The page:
Because of the extensiveness of many of these drafts and their widely varying stages of completion, items in the Plays series give a strikingly clear insight into the diligent working methods of Klein. Whatever may be the ultimate value of his work, it is difficult not to admire his conscientiousness: jottings of nascent ideas, multiple scenarios, voluminous notes to himself about effects to be achieved and aspects of character to be brought out, and heavily revised manuscripts and typescripts all attest to an artisan who took his task quite seriously and give an unusually full picture of the artistic goals and priorities of a successful American playwright from the beginning of the twentieth century.

There is evidence throughout the collection that hands other than Klein's made an attempt at some point to arrange the papers. The acquisition originally exhibited very little order, there are typed "inventories" that do not completely correlate with the contents of the collection as it exists at present, and there are occasional small typed notes referring to the degree of completion of attached papers or positing that part of a manuscript may have been missing when a copy was typed. Neither the author of these notes nor what attempts at organization might have accompanied them are known, and it is therefore impossible to be certain what Klein's original arrangement may have been. Consequently, the whole series has been arranged alphabetically by title of play.

Where possible, plays are listed by the titles under which they were ultimately produced, with earlier working titles given in parentheses. Where there is no evidence of a production, the most recent or most prominent title has been chosen and alternatives noted in parentheses. Most manuscripts and typescripts are undated, but within each play they have been arranged in creation order as nearly as possible, based on internal evidence.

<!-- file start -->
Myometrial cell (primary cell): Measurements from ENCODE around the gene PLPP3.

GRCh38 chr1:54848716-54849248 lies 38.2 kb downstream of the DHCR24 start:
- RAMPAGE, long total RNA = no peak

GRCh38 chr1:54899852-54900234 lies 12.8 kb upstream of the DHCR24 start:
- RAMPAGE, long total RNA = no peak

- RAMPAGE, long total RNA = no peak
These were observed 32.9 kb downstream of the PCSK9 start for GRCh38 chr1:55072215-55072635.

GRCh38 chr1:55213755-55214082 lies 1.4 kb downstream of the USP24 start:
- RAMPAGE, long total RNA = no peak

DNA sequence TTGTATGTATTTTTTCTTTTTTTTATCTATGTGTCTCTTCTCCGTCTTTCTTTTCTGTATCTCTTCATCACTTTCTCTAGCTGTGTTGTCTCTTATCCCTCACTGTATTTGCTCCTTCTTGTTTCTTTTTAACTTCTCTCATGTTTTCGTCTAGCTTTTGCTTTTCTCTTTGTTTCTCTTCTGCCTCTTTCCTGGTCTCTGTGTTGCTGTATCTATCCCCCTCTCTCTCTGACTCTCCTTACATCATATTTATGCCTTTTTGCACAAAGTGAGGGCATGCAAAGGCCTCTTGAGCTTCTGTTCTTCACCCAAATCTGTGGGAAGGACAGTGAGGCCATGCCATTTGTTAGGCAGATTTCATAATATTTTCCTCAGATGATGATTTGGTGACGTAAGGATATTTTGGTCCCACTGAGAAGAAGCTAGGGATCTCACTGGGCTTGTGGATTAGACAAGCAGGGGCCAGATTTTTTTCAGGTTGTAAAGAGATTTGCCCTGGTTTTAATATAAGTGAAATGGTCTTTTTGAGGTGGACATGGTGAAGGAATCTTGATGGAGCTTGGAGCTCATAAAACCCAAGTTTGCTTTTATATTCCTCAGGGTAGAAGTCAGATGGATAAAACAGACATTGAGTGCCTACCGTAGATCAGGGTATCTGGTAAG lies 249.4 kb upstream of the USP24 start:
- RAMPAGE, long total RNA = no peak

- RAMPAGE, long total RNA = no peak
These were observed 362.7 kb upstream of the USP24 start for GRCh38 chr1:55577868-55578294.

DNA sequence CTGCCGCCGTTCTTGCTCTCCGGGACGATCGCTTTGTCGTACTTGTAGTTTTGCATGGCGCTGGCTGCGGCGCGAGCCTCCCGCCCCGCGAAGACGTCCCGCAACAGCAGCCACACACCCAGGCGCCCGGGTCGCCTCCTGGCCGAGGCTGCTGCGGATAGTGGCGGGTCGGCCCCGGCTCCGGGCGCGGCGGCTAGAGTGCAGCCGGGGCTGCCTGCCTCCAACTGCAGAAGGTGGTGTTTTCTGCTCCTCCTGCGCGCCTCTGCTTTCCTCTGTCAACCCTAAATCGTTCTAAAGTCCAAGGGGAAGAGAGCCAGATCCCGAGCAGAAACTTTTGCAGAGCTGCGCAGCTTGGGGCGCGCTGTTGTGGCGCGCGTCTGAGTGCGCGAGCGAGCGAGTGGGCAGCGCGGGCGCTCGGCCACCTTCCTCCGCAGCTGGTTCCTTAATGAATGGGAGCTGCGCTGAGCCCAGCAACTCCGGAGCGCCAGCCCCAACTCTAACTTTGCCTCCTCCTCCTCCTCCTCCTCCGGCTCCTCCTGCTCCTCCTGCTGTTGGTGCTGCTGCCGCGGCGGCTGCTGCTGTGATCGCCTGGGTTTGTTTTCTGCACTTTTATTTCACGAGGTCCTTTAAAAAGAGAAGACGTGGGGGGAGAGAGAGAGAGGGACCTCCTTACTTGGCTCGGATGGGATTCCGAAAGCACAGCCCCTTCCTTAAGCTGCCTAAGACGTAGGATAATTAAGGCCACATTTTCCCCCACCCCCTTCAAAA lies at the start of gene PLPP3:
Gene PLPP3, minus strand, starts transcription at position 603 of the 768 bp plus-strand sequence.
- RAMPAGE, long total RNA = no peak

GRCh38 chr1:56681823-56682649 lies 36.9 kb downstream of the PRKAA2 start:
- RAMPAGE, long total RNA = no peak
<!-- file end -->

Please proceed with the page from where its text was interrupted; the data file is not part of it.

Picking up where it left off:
Klein was apparently in the habit of having his working notes and scenarios typed up at intervals, and these typed transcriptions are present throughout the collection. In nearly every case the original handwritten manuscripts are also present and the two are filed together.

The collection includes one play( Don Quixote) that Klein apparently did not contribute to, at least in the form in which it is present here. In another case, that of The Guilty Man, another playwright's completed typescript is present as the first stage from which Klein proceeded through several drafts to produce a full collaboration.

Although most typescripts are not dated, several of them have a sticker on the front with his wife's name and a London address. One of these copies bears a date stamp for the year 1921, suggesting that some of the typescripts in the collection were made by his widow after his death.

Other than notes, scenarios, manuscripts, and typescripts, there is one actor's side, for the role of Emily Rodman in The Money Makers, and Maggie Pepper is represented by ground plans and plots. For Potash and Perlmutter there is also an undated printed Russian translation.

The second series, Other Works and Theater-Related Materials, contains the two pages of typed "inventories" mentioned above. Also in this series are membership lists for the Society of American Dramatists and Composers (forerunner of the Dramatists' Guild) and its auxiliary, the Society of Lady Dramatists, with an unsigned letter dated 1909 regarding the executive committee of the joint organizations; notes on the origins of tragedy; and two stories, including a short first-person tale about a physician that is not in Klein's handwriting. The correspondence folder in this series contains one short letter to his typist.


Elsewhere in the Ransom Center are three letters from Klein in the Theater Arts manuscripts collection, in which he talks about his work and his involvement with Christian Science.


People

Arthur, Lee.

Belasco, David, 1853-1931.

Clarke, Joseph Ignatius Constantine, 1846-1925.

Davis, Ruth Helen.

Frost, Thomas.

Glass, Montague, 1877-1934.

Klein, Lillian Gottlieb.

Sousa, John Philip, 1854-1932.

Stewart, Grant, 1866-1929.

Warfield, David.

Subjects

Society of American Dramatists and Composers.

Society of Lady Dramatists.

American drama (Comedy)

American drama -- 20th century.

American farces.

Dramatists, American.

Melodrama, American.

Musicals.

Theater -- United States.

Document Types

Theater programs.

Scripts (documents).